• 7 days ago
          Anonymous

          >also i don't put pancetta
          Well there you go. There's no salty pork flavor, and you're missing out on fat to carry that flavor.

    • 7 days ago
      Anonymous

      Add more salt dude. It gets diluted by the pasta. The sauce needs to be just shy of too salty.

  7. 7 days ago
    Anonymous

    Yiff in hell, furhomosexual.

  8. 7 days ago
    Anonymous

    Garlic + onions
    Add minced beef or pork + salt
    Add finely diced carrots and celery, and then a little bit of red wine
    Add a can of tomatoes, a few sprigs of thyme and one or two bay leaves, and let it all cook slowly for like a good 30 minutes
    I like to add a tiny little bit of sugar and cinnamon but be really careful with those. You can always try some other spices if you want to be a bit original

  9. 7 days ago
    Anonymous

    nope

  10. 7 days ago
    Anonymous

    this, but sear the meat in a separate pan and then add it, else it wont brown properly which is less flavor

    • 7 days ago
      Anonymous

      what this anon posted
      i make this a lot and its really good

  11. 7 days ago
    Anonymous

    It's all about some. A soffritto to start. Then some. Some aliums. Some stock. Some tomatoes. Some alcohol. Some fresh herbs, basil and oregano usually. Some cured pork. Some milk. Finally some seasoning.

  12. 7 days ago
    Anonymous

    So I've tried my hand at various versions of ragu.

    I found you don't really taste the lamb if you blend beef+pork+lamb like some of the recipes call for. It's perfectly ok to use just beef or just pork, pick according to your supply costs. Big thing is to ensure you brown the meat and get it into little chunks.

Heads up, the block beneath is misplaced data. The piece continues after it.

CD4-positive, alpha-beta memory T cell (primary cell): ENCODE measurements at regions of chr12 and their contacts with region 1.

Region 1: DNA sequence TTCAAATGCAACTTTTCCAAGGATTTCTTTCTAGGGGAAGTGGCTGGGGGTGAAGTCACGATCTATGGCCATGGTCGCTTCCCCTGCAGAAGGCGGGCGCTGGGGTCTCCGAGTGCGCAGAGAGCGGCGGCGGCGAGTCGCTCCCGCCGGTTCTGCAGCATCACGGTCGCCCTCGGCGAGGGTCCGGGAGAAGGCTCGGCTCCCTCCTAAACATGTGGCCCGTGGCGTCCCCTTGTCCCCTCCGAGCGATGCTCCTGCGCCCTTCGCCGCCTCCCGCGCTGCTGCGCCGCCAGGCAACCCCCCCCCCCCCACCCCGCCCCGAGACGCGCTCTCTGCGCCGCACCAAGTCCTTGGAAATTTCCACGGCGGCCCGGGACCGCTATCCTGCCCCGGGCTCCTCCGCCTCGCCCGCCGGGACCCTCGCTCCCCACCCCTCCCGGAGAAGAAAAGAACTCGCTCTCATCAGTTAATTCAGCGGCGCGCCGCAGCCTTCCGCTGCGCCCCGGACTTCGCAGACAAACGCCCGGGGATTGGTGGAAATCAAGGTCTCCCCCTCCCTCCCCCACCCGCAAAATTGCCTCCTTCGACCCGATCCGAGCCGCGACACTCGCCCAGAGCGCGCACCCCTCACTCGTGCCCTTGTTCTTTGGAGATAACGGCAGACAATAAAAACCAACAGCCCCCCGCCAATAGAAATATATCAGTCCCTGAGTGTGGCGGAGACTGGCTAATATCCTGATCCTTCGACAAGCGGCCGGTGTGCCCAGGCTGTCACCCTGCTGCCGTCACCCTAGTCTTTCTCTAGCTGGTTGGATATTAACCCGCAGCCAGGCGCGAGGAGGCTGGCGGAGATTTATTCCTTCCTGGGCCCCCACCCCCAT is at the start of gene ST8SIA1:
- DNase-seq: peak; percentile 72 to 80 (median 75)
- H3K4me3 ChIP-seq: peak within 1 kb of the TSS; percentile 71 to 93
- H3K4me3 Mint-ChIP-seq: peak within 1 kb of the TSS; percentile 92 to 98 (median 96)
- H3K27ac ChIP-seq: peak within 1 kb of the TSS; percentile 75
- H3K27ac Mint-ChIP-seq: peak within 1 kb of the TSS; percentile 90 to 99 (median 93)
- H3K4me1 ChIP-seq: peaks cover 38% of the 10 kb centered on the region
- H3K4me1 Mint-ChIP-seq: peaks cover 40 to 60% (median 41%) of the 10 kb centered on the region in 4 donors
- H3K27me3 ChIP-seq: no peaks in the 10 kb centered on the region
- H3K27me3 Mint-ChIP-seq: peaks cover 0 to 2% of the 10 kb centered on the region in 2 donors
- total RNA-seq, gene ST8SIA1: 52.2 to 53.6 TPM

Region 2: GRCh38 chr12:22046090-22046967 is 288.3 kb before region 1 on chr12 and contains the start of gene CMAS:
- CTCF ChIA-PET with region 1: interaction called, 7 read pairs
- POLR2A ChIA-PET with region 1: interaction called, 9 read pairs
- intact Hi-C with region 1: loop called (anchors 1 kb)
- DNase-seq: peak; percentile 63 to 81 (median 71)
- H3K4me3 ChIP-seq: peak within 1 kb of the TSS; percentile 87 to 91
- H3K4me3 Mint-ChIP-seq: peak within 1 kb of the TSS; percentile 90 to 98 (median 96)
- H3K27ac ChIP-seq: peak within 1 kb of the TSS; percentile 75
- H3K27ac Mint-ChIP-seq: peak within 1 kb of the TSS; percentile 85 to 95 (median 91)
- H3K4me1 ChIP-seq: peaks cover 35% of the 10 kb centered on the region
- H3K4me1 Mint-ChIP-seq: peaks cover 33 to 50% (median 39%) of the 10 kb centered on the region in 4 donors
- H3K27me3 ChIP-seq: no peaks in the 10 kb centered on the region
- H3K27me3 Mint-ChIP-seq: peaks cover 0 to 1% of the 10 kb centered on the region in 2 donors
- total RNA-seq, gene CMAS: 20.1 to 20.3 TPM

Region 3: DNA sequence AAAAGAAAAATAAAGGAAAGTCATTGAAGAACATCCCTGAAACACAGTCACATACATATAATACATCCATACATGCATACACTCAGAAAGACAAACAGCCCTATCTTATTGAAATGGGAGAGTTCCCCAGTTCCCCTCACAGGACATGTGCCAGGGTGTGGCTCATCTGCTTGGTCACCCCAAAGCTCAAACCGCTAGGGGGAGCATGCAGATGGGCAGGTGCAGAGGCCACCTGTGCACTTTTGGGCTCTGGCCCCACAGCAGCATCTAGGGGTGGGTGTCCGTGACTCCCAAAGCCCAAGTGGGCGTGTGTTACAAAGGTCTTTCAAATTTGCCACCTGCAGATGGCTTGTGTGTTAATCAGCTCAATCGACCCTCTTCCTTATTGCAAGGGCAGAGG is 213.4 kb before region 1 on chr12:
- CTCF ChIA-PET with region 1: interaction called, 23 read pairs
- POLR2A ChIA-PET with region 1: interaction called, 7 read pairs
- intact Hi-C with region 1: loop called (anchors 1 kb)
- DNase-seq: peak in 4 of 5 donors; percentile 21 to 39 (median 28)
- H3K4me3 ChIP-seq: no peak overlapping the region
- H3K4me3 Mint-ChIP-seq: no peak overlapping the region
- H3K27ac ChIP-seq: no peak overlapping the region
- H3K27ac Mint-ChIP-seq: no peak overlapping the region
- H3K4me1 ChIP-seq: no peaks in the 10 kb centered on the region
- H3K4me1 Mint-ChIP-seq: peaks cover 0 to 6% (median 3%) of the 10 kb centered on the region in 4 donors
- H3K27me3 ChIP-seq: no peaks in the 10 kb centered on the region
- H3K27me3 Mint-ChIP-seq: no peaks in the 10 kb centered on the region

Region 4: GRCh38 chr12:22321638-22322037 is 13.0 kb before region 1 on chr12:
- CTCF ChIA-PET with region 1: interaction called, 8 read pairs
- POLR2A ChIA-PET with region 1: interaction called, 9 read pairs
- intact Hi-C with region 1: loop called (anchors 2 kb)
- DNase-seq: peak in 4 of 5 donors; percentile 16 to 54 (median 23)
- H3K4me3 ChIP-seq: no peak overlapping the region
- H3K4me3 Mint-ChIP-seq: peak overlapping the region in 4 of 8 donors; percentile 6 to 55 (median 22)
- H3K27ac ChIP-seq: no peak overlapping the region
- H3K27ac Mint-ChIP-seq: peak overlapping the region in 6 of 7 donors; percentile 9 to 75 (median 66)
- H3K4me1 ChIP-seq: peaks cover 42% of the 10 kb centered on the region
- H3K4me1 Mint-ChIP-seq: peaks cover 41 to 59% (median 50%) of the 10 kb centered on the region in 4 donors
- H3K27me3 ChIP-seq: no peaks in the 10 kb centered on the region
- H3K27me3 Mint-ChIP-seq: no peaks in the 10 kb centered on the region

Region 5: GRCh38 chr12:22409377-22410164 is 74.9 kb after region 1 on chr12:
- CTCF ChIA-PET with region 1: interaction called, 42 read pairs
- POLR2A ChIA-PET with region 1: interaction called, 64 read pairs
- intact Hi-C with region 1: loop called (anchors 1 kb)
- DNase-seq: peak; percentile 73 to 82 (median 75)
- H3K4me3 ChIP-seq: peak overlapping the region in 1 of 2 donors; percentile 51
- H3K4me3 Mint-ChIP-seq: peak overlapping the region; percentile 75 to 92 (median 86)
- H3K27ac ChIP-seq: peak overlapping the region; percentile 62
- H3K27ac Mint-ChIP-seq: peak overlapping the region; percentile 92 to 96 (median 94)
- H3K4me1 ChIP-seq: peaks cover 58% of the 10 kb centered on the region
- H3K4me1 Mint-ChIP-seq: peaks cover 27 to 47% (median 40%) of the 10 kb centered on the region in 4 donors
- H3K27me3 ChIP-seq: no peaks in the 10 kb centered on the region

Secondly, texture wise, I don't recommend stick blending. Having a sauce with a thick texture is way better than a "smooth" or semi-smooth sauce.

    Veg has to be onion, carrot, celery, in a fine dice. Add garlic after sweating. Basil and oregano for seasoning, with salt & pepper as you like. You could also add a touch of rosemary if desired, but it doesn't do much.

    Now, here's where you can diverge into two types. Type one is stock based: you blend wine and a stock and let that simmer for hours. Type two is tomato based: some paste, crushed tomato, some puree, and wine and a bit of water as required. Add some sugar to drop the acidity of the tomato. A bit of cream can be used to lighten the color and add some fat if you used lean meat. Do this at the end.

    Personally, I like both equally. The tomato one is more expensive due to the extra cans of tomatoes. Both need to be a FULL pot that gets simmered down to about half or so, to appropriate thickness. No starches or flour. Pasta will add that.

    Then you boil pasta, toss it with the sauce and a bit of pasta water. Any thick/large pasta works well with it.

    I don't think ragu impresses people though. I was way more impressed with focaccia than I was with the ragu I ate with it, and I really liked both to the point of learning how to make em. Unless they are used to shit jarred spaghetti, then they will be blown away by all the flavor.

Your email address will not be published. Required fields are marked *